The "Skinny" on Skin Grafting


Photo source: Lisa Williams/flickr

Imagine being in an accident that forced your hand to regrow from scratch. Unfortunately, this was something I had to endure. One day when I was three years old, I saw my mother running on a treadmill and was immediately intrigued. I sat at the back of the machine and played with the belt, pushing it along faster and faster. All of a sudden, the belt swallowed my hand whole creating a sensation I could never forget. Once my hand had finally been removed from the machine, there was almost nothing left. Multiple layers of skin, specifically the epidermis and dermis were gone, and few nerves were left, leaving my bones clearly exposed.

This accident forced me to receive something called a skin graft. At a high level, it is a surgery done where skin is taken from one part of the body and transplanted onto another part. Similar to how we can transplant organs, we can transplant skin, as skin itself is an organ.

Diagram of the layers of skin

But, to fully understand what a skin graft is, one needs to understand the different layers of the skin. According to National Geographic, there are three main layers of skin: the epidermis, dermis, and subcutaneous tissue, each with its own characteristics. The epidermis is the layer at the surface, which protects the body.

At the top of the epidermis, there exists the stratum corneum, which is rich in a protein called keratin, and causes the skin to be waterproof. The lower epidermis is where new skin cells are produced. As skin cells age and die, new skin cells are pushed from the lower epidermis to right below the stratum corneum.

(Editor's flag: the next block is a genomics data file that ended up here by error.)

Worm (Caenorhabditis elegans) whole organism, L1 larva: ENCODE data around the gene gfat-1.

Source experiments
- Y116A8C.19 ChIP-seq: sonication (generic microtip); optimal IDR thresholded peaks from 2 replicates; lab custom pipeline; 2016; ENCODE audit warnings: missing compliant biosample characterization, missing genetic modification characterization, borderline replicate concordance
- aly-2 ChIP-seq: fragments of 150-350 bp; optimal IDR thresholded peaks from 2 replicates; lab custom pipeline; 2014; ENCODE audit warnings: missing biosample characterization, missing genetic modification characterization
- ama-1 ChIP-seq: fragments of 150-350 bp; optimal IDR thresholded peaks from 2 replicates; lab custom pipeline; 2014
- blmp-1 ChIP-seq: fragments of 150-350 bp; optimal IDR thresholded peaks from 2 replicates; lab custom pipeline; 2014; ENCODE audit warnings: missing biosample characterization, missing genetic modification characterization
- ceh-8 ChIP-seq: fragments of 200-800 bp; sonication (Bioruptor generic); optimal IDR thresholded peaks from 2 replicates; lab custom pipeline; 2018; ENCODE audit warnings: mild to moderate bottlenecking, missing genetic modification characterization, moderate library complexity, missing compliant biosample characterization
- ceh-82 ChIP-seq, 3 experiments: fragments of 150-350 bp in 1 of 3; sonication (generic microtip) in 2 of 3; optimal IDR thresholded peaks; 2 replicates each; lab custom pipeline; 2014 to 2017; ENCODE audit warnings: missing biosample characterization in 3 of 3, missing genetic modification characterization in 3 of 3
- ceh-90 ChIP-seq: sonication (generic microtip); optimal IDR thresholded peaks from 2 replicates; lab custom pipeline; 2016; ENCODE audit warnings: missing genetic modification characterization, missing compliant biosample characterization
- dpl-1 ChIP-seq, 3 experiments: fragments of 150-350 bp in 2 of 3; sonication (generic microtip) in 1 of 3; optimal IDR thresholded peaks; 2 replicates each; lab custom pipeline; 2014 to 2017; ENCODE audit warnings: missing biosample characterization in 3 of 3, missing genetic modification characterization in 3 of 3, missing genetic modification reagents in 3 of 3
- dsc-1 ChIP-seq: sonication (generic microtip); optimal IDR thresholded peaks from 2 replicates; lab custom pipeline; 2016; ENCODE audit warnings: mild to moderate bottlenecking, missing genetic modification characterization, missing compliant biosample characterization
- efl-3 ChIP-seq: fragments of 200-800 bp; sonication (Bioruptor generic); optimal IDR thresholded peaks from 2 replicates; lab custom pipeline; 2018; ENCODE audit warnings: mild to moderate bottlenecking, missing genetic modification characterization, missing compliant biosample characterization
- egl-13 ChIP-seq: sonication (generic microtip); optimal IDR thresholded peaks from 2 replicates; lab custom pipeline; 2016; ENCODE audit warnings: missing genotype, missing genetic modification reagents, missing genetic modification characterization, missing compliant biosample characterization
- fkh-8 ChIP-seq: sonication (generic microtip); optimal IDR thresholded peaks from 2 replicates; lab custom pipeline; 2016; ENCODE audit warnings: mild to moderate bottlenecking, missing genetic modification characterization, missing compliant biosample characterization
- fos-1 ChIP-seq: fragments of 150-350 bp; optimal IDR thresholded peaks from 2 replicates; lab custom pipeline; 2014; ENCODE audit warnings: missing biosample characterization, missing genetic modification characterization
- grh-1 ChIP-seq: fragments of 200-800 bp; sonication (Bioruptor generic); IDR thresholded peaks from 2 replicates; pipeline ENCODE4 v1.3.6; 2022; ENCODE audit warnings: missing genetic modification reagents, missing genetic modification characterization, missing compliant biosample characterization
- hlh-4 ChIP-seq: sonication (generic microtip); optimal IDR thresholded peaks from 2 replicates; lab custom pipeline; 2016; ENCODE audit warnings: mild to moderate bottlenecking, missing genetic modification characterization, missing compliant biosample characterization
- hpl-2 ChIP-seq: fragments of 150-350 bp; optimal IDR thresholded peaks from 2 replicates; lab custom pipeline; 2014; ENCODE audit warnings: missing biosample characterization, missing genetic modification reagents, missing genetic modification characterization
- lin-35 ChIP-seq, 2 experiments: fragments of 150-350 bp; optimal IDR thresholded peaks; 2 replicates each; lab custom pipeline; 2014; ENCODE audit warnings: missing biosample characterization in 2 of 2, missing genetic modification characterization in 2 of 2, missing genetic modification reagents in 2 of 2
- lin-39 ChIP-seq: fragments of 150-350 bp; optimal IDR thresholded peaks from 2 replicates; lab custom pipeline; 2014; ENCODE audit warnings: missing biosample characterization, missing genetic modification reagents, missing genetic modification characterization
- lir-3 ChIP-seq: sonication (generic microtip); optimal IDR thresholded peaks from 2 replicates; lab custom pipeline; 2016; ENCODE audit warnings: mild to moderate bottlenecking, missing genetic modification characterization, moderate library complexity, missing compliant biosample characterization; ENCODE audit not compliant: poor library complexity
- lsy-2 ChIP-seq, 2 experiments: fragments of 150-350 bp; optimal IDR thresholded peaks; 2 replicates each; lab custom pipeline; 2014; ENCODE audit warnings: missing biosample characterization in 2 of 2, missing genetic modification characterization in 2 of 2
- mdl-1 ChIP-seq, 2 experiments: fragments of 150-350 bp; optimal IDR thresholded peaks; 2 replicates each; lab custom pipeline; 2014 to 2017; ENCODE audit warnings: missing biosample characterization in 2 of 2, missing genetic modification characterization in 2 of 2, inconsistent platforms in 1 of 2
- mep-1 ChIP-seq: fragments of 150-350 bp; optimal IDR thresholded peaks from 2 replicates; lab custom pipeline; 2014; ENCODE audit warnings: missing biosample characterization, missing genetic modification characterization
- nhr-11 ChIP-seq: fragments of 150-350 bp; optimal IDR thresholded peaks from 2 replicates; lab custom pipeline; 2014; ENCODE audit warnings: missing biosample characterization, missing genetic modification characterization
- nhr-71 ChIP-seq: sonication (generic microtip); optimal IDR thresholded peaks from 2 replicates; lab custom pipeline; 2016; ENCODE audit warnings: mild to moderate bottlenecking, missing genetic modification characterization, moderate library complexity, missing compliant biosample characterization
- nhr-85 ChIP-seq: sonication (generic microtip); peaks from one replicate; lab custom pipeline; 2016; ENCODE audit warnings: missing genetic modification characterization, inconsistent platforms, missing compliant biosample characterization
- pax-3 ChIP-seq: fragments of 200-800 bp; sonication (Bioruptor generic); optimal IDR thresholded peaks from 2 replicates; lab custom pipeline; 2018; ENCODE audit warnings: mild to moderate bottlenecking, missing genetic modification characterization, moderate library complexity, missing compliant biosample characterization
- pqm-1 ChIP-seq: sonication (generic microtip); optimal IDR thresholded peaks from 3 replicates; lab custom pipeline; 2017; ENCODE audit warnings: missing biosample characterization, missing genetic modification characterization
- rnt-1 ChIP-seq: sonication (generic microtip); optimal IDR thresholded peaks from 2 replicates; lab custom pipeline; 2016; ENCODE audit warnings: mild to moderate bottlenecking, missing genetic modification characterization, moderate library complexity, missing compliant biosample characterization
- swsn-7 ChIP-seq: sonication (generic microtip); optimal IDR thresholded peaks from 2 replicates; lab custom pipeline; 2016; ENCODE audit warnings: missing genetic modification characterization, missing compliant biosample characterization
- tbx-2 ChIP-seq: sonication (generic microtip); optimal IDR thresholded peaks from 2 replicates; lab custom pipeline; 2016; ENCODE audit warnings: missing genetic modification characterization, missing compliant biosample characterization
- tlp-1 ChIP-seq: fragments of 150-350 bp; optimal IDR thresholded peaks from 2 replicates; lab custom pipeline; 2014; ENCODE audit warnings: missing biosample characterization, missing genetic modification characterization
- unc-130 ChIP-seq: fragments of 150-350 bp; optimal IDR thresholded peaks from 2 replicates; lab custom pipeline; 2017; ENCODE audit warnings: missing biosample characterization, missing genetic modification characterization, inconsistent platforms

Underneath the epidermis lies a very functional layer of skin: the dermis. It is a strong layer composed of collagen and elastin tissue. Within the dermis lie the capillaries (blood vessels), nerves, hair follicles, and sweat glands. This layer also contains the factors for forming scars. Beneath the dermis is the subcutaneous layer (subcutis), which is a lining of fat serving as a fuel reserve and cushioning.

Given that there are many different layers of skin, there are several different types of skin grafts. In my case, I required a split-level thickness graft, for which only the top two layers of the skin, the epidermis and the dermis, are taken for the graft. This procedure is common for less deep injuries, and the skin used is taken from a concealed place such as hip, inner thigh or buttocks. An alternative to split-level graphs are more complicated full thickness grafts, which require the muscles, blood vessels, and the top two layers of skin from the donor site to be transplanted. While the full thickness procedure is more intensive, additional surgeries are not required because the skin itself grows as if it were the original skin. In contrast, for split-level procedures, the new skin does not blend as well with the original skin and will lack elasticity, so additional surgeries may be required in the distant future.

While there exist split-level and full thickness grafts, the transplanted skin can also come from different sources. These procedures are known as autographs and allographs. An autograph is when the skin used is taken from the patient, and an allograph is when the donor site comes from another human being.

As for an update on me: it has been 13 years since my surgery, and my hand works just as well as before. Nevertheless, this was not an easy journey. I had to receive months of physical therapy and may require another surgery to ensure full elasticity. Despite these challenges, given the severity of this accident, it's amazing that I was able to overcome it. Up to this day, my hand can function as normal as ever!



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